Holliday had already decided that the whole truth would serve no purpose. To tell her that he'd been sentenced to death would destroy her, and he couldn't bear to see her hurt. Far better to let time and distance bring about a gradual loss of hope.
"I have to go away," he said gently. "A drier climate, somewhere out West. That's the only known treatment."
She squared her shoulders. "Then I'll go with you. We'll be married just as quickly as possible." She smiled bravely. "We'll go west together."
"Not so fast." Holliday took her hand. "There's no need to rush things. Give me time to get located out there, and try to recuperate. We'll get married when I'm better."
"How long will that take? Did Tom say?"
"Six months, maybe a year. Certainly no longer."
"A year!" She watched him, a dark edge of dread shading her eyes. "Are you telling me everything, John? You're not just putting me off ... are you?"
Holliday smiled, reassured her with a bold lie. "Give me a little time and I'll be as good as new." He squeezed her hand. "You want a healthy husband, don't you?"
"I want you, John Holliday. Healthy or not, only you."
"You have me, Mattie, and that's the gospel truth. I've been yours since the day we met. Nothing will change that."
Her eyes welled with tears. "You promise?"
Holliday enfolded her in his arms. "Yes, I do, most solemnly. On my oath."
There was no lie in the promise, and he felt absolved in that. For he would love her until the day he died.
However long, or short, his time. All his life.
The following afternoon Holliday stepped off the train in Valdosta. The town was the county seat of Lowndes County, his hometown. The place of his boyhood and his rite of passage into manhood. He was there to see his father.
For the most part, his memories of Valdosta were pleasant ones. Walking toward the town square, he was reminded of a time, long ago, when he'd fallen for Mattie. His family,and hers, were the landed aristocracy of Lowndes County before the Civil War. Their lives were idyllic, filled with the romanticism of youth, days of splendor. A time of innocence.
Then, with the war's end, the society to which he'd been born was destroyed. The Yankees came, and the carpetbaggers robbed his family of their lands, the genteel plantation life. His father, who had fought with the Twenty-seventh Georgia Infantry, became a lawyer, and Mattie's father, through murky political connections, moved on to a judgeship in Atlanta. Shortly afterward, in the fall of 1866, his mother died as much of lost dreams as failing health. A grieving youngster, scarcely fourteen, he was appalled when his father promptly took another wife. His time of innocence ended with the wedding.
From that day onward, Henry Holliday's only son became a rebellious troublemaker. He spent his time in the woods, avoiding his stepmother and his father, content to hunt deer and wildfowl. Lean and hard, gifted with quick hands and exceptional coordination, he discovered an inborn talent with firearms. Over the intervening years he won shooting contests, defied the Yankee constabulary by carrying a revolver, and often ran away to Atlanta to see Mattie. Finally, when he was twenty, and steadfastly refused to study for the legal profession, his father shipped him off to dental college in Baltimore. He had not returned to Valdosta since, a matter of some four years.
The law offices of Henry Holliday were located on the north side of the courthouse square. He looked up from a sheaf of legal documents as his son came through the door and halted before his desk. He managed a strained smile.
"Well, well," he said, somewhat taken aback. "The prodigal son returns. To what do I owe the pleasure?"
"Good breeding," Holliday said dryly. "If nothing else, you taught me duty, and manners. I've come to say good-bye."
"Have you, indeed?" the elder Holliday replied. "And where are you off to now?"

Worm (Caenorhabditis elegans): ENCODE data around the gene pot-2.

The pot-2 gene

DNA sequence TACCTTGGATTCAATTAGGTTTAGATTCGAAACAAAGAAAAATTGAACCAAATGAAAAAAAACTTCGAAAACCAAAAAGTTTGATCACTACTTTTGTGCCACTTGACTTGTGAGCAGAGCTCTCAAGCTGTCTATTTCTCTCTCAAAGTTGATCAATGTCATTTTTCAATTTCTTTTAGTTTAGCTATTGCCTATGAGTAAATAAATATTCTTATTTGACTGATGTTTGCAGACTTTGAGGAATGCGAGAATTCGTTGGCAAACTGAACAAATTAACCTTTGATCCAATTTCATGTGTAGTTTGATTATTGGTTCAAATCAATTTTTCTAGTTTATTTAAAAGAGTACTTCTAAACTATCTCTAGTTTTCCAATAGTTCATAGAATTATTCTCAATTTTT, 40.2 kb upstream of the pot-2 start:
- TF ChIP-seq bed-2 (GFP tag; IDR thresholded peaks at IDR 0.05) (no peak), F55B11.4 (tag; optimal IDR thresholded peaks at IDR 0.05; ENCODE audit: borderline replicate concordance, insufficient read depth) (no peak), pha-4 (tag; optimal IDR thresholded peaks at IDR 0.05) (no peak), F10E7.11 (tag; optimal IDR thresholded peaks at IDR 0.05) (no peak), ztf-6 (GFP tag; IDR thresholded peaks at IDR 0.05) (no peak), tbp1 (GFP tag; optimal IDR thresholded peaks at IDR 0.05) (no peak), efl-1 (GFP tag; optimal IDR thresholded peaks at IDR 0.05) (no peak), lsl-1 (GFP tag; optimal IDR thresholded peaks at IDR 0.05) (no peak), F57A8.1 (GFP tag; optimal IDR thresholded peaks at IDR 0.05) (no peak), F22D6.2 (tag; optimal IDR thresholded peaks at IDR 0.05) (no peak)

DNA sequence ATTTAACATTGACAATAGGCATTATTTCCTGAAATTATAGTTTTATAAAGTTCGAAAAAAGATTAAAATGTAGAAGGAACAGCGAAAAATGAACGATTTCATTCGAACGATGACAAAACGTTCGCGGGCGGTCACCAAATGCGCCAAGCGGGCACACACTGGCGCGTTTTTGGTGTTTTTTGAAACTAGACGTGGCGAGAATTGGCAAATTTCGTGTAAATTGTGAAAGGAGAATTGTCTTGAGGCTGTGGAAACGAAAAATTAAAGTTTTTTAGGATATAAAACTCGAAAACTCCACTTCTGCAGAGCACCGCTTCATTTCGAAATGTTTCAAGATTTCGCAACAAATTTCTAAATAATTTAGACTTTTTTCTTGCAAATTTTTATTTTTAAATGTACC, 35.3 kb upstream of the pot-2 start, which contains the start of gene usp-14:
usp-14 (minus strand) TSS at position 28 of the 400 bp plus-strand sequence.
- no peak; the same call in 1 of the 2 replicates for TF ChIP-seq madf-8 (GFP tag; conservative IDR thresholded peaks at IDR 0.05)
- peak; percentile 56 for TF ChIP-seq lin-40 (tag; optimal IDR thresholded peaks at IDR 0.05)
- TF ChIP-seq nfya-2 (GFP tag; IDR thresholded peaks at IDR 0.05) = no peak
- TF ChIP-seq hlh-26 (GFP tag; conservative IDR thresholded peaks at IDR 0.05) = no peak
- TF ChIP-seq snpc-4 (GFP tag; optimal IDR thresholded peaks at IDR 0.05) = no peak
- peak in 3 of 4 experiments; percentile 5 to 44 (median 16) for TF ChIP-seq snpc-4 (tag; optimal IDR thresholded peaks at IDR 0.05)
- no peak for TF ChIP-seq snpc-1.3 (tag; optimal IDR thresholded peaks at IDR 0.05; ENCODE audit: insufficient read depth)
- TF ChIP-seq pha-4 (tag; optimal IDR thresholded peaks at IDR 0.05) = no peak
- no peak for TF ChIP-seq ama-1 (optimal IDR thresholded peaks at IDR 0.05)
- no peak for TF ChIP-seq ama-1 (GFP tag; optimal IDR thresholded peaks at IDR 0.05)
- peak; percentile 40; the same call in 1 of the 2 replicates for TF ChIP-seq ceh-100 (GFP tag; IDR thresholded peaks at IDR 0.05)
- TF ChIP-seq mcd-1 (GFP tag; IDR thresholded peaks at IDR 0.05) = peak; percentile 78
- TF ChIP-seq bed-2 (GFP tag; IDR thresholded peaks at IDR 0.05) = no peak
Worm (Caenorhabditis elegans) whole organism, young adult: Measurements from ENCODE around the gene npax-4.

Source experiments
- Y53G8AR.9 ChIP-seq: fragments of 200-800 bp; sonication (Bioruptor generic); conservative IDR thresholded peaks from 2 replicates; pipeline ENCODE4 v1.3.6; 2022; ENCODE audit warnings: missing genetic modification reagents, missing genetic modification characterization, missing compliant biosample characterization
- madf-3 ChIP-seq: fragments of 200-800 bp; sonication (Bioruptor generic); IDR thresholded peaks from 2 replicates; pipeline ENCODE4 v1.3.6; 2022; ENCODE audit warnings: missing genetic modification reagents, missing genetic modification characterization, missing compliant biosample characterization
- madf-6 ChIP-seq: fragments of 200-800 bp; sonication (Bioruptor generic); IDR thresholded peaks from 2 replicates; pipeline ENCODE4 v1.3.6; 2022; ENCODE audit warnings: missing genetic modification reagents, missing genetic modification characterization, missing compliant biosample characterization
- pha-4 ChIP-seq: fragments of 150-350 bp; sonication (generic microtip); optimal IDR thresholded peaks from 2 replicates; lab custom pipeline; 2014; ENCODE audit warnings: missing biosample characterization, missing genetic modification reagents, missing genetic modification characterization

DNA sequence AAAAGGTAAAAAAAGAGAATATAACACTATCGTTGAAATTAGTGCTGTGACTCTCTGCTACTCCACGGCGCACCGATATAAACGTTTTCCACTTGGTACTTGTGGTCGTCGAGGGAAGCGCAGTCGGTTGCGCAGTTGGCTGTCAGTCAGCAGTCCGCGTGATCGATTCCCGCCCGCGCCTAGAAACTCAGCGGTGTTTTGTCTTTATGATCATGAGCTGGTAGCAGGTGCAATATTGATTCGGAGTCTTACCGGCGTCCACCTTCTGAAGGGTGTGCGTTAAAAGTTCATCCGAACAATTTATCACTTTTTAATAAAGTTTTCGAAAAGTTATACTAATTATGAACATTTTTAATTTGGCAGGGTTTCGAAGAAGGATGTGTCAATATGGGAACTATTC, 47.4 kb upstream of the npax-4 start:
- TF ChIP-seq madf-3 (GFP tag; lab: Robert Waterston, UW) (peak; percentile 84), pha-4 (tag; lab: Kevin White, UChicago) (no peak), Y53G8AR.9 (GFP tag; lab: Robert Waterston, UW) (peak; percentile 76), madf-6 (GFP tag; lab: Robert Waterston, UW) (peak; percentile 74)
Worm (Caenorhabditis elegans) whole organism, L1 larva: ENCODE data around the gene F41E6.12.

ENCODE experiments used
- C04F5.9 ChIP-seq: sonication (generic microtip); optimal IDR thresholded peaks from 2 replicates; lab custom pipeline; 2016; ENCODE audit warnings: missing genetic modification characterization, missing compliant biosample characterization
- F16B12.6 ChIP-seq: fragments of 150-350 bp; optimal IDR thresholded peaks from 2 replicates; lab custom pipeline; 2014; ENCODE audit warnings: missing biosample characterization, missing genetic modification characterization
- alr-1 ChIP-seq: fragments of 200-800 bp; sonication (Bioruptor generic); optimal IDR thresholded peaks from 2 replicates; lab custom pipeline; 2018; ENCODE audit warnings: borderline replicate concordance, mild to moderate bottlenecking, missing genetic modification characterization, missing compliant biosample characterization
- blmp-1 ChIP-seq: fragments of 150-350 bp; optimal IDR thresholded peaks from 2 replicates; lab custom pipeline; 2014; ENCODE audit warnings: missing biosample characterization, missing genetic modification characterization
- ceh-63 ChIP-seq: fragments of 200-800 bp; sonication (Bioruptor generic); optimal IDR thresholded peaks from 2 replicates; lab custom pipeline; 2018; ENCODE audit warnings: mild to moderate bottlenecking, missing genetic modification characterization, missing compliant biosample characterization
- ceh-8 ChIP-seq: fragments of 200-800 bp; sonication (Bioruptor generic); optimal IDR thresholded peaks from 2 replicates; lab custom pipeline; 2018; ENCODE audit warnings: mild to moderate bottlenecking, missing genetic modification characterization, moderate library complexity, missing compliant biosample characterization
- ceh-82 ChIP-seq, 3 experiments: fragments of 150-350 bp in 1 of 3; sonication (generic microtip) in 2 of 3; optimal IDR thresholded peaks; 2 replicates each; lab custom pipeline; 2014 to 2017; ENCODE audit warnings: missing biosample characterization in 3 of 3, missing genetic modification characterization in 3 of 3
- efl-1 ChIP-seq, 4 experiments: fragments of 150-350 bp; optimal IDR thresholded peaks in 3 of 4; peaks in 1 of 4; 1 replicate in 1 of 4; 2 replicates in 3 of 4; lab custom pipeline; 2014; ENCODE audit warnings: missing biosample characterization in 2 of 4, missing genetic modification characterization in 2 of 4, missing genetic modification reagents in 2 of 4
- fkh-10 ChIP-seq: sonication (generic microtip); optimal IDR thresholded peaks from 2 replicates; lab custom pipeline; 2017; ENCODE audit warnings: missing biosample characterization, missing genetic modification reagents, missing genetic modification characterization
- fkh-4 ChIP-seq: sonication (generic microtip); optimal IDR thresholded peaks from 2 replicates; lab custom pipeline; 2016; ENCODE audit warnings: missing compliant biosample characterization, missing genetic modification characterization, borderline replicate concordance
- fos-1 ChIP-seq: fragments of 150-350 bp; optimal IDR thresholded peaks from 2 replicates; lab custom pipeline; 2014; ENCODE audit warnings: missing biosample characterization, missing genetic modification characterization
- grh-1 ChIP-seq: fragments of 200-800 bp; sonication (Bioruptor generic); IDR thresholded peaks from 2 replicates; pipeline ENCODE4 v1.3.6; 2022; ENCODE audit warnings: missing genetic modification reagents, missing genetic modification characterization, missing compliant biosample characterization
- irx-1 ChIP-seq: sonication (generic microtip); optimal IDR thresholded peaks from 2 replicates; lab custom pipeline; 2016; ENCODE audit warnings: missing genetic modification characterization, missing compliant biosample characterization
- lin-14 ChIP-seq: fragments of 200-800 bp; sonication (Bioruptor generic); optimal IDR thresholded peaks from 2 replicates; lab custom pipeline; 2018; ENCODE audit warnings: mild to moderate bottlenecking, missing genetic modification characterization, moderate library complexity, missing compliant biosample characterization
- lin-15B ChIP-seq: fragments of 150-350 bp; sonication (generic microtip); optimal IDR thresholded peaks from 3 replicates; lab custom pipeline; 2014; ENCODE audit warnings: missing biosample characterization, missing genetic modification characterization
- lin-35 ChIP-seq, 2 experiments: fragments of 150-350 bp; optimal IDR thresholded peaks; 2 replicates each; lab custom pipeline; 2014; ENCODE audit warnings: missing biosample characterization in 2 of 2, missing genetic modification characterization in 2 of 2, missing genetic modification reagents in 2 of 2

"Somewhere out West, perhaps Texas. I hear Dallas is more civilized than most."
"Why on earth would you move west?"
"A matter of health. I'm told my constitution requires a drier climate."
Henry Holliday appeared startled. He looked closer, saw that his son was pale and wasted, abnormally thin. "What is it, John? Are you ill?"
"In a manner of speaking," Holliday said. "I have tuberculosis. Otherwise known as consumption."
"My God, you can't be serious! How ill are you?"
"I'd thought to send you a telegram. But then, after some consideration, I thought it was better done in person. You might say this is our final parting."
"You're--" His father faltered, searching for words. "You came all this way to tell me you're dying?"
Holliday was struck by a sudden fit of coughing. He wiped his mouth with a handkerchief, noting that the sputum was tinged red. "I'm touched by your concern. You've made the trip worthwhile."
"You're my son, for God's sake! What did you expect?"
"Actually, I came here with a request. I could hardly tell all to Uncle George, particularly since he's not one to keep a secret. That being the case--would you look after Mattie for me?"
"You haven't told her the truth?"
"Let's say she believes it to be a temporary condition."
"So she still thinks you're to be married?"
"For now," Holliday amended. "Time will convince her otherwise."
"I see." The elder Holliday looked at him with a dimming stare, as though he wanted to say something but it was too late. "When the time comes, I'll do what I can for Mattie. You have my word on it."
"Good-bye, Father." Holliday extended his hand. "I'm catching the afternoon train back to Atlanta. I appreciate your help."
"Come now, John, why rush off?" His father held theirhandshake a moment longer. "Won't you stay the night?"
"Thank you, no. I leave for Texas tomorrow."
"Well then, will you write me? Once you've settled?"
"We've never been much for letters, have we?"
"John ... what do you want me to say--you're my son."
"I think that says it all, Father. I wish you well."
"Godspeed, John. You'll ever be in my prayers."
Holliday nodded, quickly turning away, and walked to the door. As he stepped outside, the clock on the courthouse tower tolled the hour. He paused, staring upward, oddly reminded of a poem he'd studied in college. He thought it was by John Donne.
Never send to know for whom the bell tolls;
It tolls for thee. A slight, ironic smile touched the corner of Holliday's mouth. All of it seemed somehow fitting, appropriate to the moment.
He walked toward the train station.
Copyright © 1997 by Matt Braun.